hammer blow


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hammer blow

n
1. a blow from a hammer
2. a severe shock or setback: Liam's death was a hammer blow.
References in periodicals archive ?
Maribor have snapped up midfielder Tanic Zlagor from rivals Gorica but the loss of Vugdalic and Ceh is a hammer blow to their hopes of making the Champions League or even the UEFA Cup.
His elder brother Paddy has already suffered the dreaded injury this year which ended his Championship before it began and a similar setback to Eoin would be a hammer blow to Derry's chances of winning the Anglo-Celt Cup for the first time since 1998, particularly given that the player was in fine form in the semi-final defeat of Armagh.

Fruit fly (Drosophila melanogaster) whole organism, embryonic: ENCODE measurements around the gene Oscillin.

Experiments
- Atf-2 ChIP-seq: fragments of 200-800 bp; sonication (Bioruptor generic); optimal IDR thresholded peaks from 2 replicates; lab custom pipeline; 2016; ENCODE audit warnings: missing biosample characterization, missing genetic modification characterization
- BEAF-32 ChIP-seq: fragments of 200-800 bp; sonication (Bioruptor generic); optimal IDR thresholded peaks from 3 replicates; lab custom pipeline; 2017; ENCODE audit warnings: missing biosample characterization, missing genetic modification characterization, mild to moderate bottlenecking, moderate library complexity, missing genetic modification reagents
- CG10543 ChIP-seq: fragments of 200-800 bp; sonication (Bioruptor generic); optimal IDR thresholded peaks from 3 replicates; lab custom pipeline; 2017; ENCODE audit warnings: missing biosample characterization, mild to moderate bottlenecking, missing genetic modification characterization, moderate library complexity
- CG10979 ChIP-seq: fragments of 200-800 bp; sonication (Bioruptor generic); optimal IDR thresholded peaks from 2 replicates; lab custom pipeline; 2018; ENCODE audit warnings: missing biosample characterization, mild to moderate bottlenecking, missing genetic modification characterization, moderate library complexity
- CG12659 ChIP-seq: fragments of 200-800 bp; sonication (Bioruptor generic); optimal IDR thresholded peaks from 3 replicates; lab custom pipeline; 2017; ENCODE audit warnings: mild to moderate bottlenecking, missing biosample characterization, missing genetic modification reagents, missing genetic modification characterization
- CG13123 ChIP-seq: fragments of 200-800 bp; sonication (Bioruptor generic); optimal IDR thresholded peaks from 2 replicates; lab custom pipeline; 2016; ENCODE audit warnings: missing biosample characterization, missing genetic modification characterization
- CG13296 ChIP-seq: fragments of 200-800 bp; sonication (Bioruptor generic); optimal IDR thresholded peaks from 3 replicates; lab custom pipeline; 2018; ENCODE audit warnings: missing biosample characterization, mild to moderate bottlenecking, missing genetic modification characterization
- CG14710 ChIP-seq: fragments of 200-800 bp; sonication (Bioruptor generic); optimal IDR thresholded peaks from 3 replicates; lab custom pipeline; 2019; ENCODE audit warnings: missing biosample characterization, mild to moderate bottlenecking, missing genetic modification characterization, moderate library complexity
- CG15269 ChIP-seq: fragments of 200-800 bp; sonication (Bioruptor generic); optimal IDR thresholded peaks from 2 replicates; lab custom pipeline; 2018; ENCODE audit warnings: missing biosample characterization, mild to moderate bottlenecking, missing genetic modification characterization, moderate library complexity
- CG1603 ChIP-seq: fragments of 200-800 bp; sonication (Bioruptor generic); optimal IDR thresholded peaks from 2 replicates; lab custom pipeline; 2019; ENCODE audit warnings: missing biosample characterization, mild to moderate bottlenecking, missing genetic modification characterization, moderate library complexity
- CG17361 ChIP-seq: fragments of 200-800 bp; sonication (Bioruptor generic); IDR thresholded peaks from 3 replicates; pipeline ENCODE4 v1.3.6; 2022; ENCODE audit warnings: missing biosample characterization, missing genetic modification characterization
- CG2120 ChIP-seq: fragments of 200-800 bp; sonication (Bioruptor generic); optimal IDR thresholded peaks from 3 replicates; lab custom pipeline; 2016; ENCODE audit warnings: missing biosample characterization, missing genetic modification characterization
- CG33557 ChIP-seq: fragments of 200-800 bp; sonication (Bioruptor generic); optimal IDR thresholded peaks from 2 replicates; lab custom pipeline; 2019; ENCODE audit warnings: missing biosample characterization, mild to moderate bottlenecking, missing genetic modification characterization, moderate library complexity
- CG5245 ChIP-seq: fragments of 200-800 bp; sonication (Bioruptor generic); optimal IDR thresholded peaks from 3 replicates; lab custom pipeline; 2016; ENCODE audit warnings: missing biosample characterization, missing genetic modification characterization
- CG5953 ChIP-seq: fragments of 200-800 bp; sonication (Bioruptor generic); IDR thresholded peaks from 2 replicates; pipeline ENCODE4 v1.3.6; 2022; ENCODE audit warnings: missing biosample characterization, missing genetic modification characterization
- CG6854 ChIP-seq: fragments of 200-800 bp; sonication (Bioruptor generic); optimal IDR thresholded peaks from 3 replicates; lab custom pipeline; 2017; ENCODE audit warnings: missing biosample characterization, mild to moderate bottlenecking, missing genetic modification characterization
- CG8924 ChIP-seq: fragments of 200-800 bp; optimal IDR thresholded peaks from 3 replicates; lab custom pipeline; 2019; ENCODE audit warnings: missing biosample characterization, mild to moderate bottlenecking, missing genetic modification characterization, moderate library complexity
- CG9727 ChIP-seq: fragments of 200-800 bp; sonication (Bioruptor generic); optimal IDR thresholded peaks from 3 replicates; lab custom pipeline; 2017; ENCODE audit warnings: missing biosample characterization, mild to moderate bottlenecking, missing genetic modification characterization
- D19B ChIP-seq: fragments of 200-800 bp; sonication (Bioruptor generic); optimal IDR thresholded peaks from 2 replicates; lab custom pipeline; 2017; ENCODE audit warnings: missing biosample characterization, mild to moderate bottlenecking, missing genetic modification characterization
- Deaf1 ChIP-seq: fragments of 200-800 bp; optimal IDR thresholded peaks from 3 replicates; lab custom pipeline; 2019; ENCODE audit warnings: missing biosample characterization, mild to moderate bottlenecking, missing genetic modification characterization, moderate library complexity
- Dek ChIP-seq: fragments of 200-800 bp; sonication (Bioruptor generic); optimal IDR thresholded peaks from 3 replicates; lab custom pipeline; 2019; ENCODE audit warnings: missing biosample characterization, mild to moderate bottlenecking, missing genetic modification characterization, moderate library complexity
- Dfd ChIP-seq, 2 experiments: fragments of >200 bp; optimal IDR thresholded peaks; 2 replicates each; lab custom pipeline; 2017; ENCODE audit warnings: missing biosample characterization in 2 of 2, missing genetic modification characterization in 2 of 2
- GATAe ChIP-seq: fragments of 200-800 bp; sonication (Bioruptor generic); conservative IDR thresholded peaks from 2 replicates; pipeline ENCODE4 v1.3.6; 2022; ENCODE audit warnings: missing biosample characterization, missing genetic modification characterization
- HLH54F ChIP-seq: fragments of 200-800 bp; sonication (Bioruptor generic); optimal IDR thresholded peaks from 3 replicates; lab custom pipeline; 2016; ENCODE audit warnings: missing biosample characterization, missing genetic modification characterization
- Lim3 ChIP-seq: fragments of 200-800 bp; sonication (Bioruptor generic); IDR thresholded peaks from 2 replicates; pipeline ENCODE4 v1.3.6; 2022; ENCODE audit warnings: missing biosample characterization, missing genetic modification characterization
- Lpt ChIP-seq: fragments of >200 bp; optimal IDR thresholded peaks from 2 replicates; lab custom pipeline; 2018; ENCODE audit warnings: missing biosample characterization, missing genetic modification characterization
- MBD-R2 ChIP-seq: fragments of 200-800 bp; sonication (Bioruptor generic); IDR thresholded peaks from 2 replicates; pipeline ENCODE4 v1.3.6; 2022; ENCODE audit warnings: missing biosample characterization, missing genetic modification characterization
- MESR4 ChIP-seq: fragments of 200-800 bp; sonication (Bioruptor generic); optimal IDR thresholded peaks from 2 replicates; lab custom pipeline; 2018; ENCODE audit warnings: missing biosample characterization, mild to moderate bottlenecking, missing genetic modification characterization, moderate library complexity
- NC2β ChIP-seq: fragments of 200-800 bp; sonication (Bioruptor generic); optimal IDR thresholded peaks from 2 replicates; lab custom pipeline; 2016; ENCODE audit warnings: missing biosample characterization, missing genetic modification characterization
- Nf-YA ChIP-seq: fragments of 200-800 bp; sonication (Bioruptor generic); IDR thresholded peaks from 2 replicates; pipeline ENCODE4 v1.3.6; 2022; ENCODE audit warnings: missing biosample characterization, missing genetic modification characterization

Fir Park boss Terry Butcher said: 'It's a hammer blow because David had been excellent early in the campaign and much of our success this season is down to him.
The timing of Moore's strike was a hammer blow to Stevenage, and they found themselves 2-0 down six minutes after the break.
NORTHAMPTON suffered a double hammer blow to their title hopes as they lost both this crucial match and star scrum-half Matt Dawson to a rib injury.
The move is part of a recall of 1.7million vehicles worldwide and will come as a hammer blow to Toyota after last year's mass recalls.
The evidence is another hammer blow to Hoon's career as it appeared to confirm he was ultimately responsible for Kelly's public naming.
TONY Blair's hopes of becoming President of Europe got a hammer blow after the French said "Non".
GLENTORAN chairman Aubrey Ralph has branded an IFA ruling banning their traditional Boxing Day clash with Linfield for the next two seasons as a "financial hammer blow".
ST MIRREN were last night dealt a hammer blow after goalkeeper Ludovic Roy was ruled out for four weeks with a broken finger.
BBC Sport are bracing themselves for another hammer blow, after losing Match of the Day to ITV.
IT was once the indestructible truck of choice for Arnie - but even the Hummer has been dealt a hammer blow by the credit crunch and oil prices.